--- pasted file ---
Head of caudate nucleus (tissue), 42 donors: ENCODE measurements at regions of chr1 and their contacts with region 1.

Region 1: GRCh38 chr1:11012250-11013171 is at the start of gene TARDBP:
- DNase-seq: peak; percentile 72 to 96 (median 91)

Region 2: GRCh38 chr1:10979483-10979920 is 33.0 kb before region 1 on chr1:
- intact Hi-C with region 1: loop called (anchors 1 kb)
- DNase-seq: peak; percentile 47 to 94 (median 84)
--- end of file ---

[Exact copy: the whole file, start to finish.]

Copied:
Head of caudate nucleus (tissue), 42 donors: ENCODE measurements at regions of chr1 and their contacts with region 1.

Region 1: GRCh38 chr1:11012250-11013171 is at the start of gene TARDBP:
- DNase-seq: peak; percentile 72 to 96 (median 91)

Region 2: GRCh38 chr1:10979483-10979920 is 33.0 kb before region 1 on chr1:
- intact Hi-C with region 1: loop called (anchors 1 kb)
- DNase-seq: peak; percentile 47 to 94 (median 84)